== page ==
This lady Minister must have been scoled for ever opening her mouth to say last week that she did not know when Nigeria will be getting out of recession. The government of Nigeria should stop the talk-shop, but begin walking the talk. The action of this government reminds me Prof Ola Rotimi’s book “Holding Talks” in which government officials hold talks, and talks, and talks ….. and no action.

  • Rommel

    Those talking about N500-$1 should explain the meaning of parallel market, today,$1000 is exchanging for N304,600.00 in bank transactions

    • Primo Compatriot

      Germani soja, is this a serious question? Dollar for aboki (parallel market) na 480 this afternoon. BTW which of the banks gave you the above rate? That 304.6/$1 you stated, is not available to the masses, so don’t quote that abeg.

      • Rommel

        All genuine people that require dollar are getting it at bank rate,how much are the folks back home receiving at money transfer agencies?

        • Primo Compatriot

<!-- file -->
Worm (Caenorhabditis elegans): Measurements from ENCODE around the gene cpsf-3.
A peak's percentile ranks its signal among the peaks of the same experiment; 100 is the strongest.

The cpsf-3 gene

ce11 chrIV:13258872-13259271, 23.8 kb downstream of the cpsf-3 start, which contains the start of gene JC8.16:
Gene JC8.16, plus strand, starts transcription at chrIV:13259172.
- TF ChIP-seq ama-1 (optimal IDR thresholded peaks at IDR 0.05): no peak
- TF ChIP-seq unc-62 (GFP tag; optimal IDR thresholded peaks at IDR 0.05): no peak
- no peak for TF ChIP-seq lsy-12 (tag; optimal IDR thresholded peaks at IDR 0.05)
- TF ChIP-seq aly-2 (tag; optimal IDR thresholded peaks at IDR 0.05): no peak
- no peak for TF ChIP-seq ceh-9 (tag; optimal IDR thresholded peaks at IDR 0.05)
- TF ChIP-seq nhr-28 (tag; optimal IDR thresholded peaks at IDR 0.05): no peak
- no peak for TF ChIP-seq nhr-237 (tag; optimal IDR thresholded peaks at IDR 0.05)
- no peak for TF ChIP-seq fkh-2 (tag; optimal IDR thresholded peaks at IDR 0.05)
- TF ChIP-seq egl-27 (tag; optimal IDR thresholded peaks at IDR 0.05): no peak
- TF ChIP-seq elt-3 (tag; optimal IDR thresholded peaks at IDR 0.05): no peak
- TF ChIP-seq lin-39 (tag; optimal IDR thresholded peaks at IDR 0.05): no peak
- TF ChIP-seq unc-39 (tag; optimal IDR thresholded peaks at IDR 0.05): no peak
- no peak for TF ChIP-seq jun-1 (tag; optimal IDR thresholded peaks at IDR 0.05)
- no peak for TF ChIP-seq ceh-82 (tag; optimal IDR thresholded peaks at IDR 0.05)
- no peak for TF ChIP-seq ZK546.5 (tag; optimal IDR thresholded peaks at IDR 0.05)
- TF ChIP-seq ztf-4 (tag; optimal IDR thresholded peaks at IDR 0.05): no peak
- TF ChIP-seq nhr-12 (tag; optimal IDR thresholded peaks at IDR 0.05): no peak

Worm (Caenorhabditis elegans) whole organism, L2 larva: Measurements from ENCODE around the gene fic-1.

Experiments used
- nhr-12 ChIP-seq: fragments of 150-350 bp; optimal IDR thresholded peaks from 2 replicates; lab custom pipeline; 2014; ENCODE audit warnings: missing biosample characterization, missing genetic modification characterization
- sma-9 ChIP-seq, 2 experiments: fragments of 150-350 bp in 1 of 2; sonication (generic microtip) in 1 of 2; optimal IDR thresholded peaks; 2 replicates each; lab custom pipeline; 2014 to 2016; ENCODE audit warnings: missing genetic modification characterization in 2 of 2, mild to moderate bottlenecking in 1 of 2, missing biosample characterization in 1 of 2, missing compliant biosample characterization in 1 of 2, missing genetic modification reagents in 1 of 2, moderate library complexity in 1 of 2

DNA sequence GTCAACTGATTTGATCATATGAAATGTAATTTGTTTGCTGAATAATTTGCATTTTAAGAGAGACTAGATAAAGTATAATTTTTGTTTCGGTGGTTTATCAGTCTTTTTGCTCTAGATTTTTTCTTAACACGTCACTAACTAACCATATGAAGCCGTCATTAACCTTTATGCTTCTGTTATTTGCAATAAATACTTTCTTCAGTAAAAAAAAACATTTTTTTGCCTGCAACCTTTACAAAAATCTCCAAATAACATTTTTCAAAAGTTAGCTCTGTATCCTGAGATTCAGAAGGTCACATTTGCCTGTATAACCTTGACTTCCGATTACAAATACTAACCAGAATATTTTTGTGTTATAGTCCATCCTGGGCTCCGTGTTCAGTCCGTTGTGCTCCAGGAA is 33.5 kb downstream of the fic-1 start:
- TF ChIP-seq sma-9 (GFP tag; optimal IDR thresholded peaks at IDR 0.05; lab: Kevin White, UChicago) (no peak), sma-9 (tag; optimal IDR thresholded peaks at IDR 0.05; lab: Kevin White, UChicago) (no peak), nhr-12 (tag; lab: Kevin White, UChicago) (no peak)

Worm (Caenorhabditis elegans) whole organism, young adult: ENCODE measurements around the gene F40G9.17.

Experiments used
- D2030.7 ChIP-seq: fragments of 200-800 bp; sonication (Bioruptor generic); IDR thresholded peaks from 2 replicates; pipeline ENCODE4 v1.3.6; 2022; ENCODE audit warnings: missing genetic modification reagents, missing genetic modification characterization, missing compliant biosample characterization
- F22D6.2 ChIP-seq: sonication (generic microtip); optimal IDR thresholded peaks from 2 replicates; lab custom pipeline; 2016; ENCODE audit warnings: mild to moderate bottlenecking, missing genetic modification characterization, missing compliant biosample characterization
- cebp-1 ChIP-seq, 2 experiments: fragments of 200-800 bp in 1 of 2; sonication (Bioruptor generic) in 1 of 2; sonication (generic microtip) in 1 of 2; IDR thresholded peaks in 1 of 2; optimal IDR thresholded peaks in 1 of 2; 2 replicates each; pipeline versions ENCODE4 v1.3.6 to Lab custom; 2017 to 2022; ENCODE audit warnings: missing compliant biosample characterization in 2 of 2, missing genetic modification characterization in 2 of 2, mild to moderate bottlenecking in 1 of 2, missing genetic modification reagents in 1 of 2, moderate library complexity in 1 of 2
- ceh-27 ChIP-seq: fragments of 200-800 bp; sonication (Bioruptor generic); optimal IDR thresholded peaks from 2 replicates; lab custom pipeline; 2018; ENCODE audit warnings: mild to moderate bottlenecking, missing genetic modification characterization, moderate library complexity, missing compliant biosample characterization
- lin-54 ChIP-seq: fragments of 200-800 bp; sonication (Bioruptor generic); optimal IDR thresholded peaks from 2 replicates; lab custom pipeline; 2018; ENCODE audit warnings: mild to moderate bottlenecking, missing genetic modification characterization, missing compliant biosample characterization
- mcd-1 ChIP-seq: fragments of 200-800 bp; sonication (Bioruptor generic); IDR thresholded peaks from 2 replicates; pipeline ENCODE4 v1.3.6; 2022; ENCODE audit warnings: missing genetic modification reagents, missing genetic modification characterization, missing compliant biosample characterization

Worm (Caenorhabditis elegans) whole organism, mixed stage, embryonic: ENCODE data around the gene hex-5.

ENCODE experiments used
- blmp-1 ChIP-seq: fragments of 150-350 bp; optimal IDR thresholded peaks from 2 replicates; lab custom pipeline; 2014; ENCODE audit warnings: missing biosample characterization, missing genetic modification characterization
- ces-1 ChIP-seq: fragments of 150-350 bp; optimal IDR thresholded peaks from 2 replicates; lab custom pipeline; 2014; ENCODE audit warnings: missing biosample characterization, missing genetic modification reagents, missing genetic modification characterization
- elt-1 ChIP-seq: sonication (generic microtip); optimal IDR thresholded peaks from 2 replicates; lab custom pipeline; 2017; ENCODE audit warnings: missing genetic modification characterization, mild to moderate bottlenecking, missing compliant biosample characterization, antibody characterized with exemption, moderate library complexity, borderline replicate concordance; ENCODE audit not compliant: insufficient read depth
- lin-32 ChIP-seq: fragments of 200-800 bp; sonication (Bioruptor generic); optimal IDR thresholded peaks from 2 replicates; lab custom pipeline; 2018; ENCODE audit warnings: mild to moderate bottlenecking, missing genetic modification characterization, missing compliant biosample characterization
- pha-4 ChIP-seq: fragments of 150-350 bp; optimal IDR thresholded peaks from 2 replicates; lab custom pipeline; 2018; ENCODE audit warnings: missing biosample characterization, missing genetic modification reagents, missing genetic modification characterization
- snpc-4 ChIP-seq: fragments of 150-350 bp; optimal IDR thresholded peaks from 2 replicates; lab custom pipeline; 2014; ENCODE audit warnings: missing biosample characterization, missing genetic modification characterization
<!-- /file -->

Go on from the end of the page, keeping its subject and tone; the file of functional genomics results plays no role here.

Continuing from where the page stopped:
Ideally, “all genuine people that require dollar” should get it at bank rate. However, the Naija reality says differently. I guess you’ve not really gone to the bank to order for USD in Nigeria – oh you ain’t here, you’re just speculating.

    • FuzzyLogic

      This rate (N304,600.00/$1000) is only available to Aisha Buhari. The rest of us have to pony up N480,000.00 for $1000.00

      • Rommel

        There are two Aisha Buhari,the Fayose PDP one and the one residing in Aso rock,the one in Aso rock has no such dealings so I assume you must be talking about the Ayo Fayose one

        • FuzzyLogic

          Google ‘Aisha Buhari and foreign exchange transactions’. I am not making this up. Then chose which one it is.

          • Rommel

            I deal with hard facts and not some PDP propaganda,I believe you should know by now how to verify what you read on the internet if you are interested in facts

          • FuzzyLogic

            You will find facts and you will also find fiction on the internet. It depends on which one you are looking for.